It may be true that the Nestorians, and the Afghans, and some other Eastern tribes are descendants of the original Israelitish exiles in Assyria, but having more or less mixed themselves up by inter-marriage with the [[48]] surrounding nations, and having given up the distinctive national rites and ordinances, such as circumcision, the observance of the Sabbath, etc., they have, like many "Jews" in modern times (who gradually assimilate with Gentile nations), cut themselves off from the hope of Israel, and are no longer in the line of the purpose which God has in and through that "peculiar" and separate people.


In conclusion let me very briefly call your attention to the remarkable prophecy in Amos ix., which will show you that the view which I have enunciated in my letter is the only one in keeping with the sure word of prophecy.

The prophet Amos, though himself a Judean, his native village, Tekoa, being about twelve miles south of Jerusalem, was commissioned by God to prophesy more particularly to the northern or Ten-Tribed kingdom; and for that purpose he went and took up his abode in Bethel, which was the centre of the idolatrous worship set up by Jeroboam in opposition to the worship and service of the divinely-appointed sanctuary in Jerusalem. There his duty was to announce the coming judgment of God on the Israel of the Ten Tribes, on account of their apostasy. The last paragraph of his book (chap. ix. 8-15), uttered not more than about seventy years before the final overthrow of Samaria in B.C. 721, is one of the most remarkable and comprehensive prophecies in the Old Testament, and this is the inspired forecast of the history of the Ten-Tribed [[49]] kingdom which is given in it: "Behold, the eyes of the Lord God are upon the sinful kingdom, and I will destroy it from off the face of the earth; saving that I will not utterly destroy the house of Jacob, saith the Lord. For lo, I will command and I will sift (or 'toss') the house of Israel among all the nations, like as corn is sifted (or 'tossed' about) in a sieve, yet shall not the least grain fall upon the earth. All the sinners of thy people shall die by the sword, which say: The evil shall not overtake or prevent us.”

Here, then, we have the whole subject as to what was to become of the Ten Tribes in a nutshell.

(a) First, as a kingdom, they were to be destroyed from off the face of the earth, never to be restored; for its very existence as a separate kingdom was only permitted of God for a definite period as a punishment on the house of David: and when, after a period of about two hundred and fifty years of unbroken apostasy, it was finally broken up by the Assyrians, there was an end of it, without any promise of a future independent political existence.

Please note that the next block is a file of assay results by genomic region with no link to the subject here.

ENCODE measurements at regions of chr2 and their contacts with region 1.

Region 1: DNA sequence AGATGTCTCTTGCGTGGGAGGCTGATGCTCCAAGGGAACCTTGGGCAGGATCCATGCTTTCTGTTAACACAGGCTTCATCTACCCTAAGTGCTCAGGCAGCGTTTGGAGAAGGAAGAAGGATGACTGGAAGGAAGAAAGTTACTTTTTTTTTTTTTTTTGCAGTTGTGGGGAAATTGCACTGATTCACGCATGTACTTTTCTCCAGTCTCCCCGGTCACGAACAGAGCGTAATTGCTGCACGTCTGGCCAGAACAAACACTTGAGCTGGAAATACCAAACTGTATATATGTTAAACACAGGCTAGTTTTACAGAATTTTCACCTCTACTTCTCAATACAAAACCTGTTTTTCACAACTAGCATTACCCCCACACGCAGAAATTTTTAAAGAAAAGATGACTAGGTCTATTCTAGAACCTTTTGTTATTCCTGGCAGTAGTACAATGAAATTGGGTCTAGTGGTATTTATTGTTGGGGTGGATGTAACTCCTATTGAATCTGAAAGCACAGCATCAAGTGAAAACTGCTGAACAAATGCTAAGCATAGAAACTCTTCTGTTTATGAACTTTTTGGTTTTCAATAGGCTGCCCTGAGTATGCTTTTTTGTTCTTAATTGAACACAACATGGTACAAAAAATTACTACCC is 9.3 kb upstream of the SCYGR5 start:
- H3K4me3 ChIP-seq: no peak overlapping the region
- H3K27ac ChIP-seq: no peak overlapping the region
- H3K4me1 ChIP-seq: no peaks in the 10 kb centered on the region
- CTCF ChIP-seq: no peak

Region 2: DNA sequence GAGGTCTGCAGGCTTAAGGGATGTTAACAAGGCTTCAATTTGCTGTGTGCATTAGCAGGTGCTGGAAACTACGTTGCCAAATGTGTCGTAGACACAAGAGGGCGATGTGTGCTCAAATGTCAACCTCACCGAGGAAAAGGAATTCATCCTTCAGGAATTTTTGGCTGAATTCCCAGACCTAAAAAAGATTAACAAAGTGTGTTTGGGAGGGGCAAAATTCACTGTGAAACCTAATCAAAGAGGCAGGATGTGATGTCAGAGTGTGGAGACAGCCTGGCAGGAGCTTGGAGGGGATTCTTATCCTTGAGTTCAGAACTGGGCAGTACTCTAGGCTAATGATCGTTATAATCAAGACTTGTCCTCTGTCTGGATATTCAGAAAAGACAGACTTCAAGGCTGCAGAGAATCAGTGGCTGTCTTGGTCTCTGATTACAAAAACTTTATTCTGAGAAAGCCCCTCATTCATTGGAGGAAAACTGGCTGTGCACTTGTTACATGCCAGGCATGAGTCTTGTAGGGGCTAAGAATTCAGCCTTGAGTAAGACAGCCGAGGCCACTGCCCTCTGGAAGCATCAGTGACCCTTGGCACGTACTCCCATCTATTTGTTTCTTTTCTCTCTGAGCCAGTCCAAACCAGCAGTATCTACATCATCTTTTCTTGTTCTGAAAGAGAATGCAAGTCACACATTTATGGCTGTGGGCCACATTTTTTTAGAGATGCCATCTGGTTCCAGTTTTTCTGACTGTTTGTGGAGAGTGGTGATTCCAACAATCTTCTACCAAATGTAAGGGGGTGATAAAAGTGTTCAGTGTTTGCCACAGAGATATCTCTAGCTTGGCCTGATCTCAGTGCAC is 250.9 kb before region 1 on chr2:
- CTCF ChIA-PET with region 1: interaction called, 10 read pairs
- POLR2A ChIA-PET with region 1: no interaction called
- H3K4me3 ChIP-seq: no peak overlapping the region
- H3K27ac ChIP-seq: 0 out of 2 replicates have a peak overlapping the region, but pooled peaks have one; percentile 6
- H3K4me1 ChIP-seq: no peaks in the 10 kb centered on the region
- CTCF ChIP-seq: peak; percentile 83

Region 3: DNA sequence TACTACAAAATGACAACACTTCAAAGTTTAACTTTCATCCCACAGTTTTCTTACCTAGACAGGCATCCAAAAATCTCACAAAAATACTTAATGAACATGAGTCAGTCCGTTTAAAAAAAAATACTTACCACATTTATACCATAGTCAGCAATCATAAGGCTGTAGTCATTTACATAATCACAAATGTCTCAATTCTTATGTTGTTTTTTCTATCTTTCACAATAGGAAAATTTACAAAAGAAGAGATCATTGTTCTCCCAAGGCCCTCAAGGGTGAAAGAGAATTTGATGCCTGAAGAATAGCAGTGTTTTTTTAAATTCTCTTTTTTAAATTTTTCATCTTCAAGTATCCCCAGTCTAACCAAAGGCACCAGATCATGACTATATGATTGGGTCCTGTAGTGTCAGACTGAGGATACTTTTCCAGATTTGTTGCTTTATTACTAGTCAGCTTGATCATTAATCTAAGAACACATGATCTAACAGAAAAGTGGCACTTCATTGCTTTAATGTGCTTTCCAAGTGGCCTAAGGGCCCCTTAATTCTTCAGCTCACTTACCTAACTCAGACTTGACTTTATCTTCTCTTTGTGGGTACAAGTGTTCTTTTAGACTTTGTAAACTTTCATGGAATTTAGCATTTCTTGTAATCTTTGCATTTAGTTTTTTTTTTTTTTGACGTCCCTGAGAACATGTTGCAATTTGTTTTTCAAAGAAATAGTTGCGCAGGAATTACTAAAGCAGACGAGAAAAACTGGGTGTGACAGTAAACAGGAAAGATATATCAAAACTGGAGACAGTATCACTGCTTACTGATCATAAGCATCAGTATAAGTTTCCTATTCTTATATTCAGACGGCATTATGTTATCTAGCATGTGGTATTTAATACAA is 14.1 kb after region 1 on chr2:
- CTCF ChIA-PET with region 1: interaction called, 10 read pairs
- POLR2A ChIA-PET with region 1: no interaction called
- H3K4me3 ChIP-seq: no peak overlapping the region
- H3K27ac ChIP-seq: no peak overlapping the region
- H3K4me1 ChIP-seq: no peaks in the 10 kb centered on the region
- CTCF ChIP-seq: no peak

(b) But when it was destroyed as a kingdom, what became of them as a people ? This prophecy tells us: "Saving that I will not utterly destroy the house of Jacob, saith the Lord"—that is, they are to return to the house of Jacob. They are to form part of the one family made up of all the descendants of Jacob without distinction of tribes. But as one house of Jacob, or "of Israel" (as the next verse interchangeably calls them), something terrible and unique is to befall them; and what is it ? To be "lost" some two thousand six hundred years, and then to be identified with the Anglo-Saxon race ? Oh no ! this is what was to happen: "For lo, I will command and I will sift (or 'toss') the house of Israel among all nations, even as corn is tossed about in a sieve"—or, in the words of Hosea, another [[50]] prophet, who spoke primarily to the Ten Tribes, "My God will cast them away" (not for ever, as the whole book shows, but for a time), "because they did not hearken unto Him; and they shall be wanderers among the nations.”

I draw your attention all the more to this point, because a good deal has been made by some writers of the expression in Isa. xi., where Israel is called "outcast," from which they infer that "Israel" is to be found somewhere in one place, in contradistinction to the "dispersed of Judah." But this is a fallacy. In Jer. xxx. Judah and Israel are together called "an outcast," but it by no means implies that they are therefore to be sought for and found in one particular region of the world.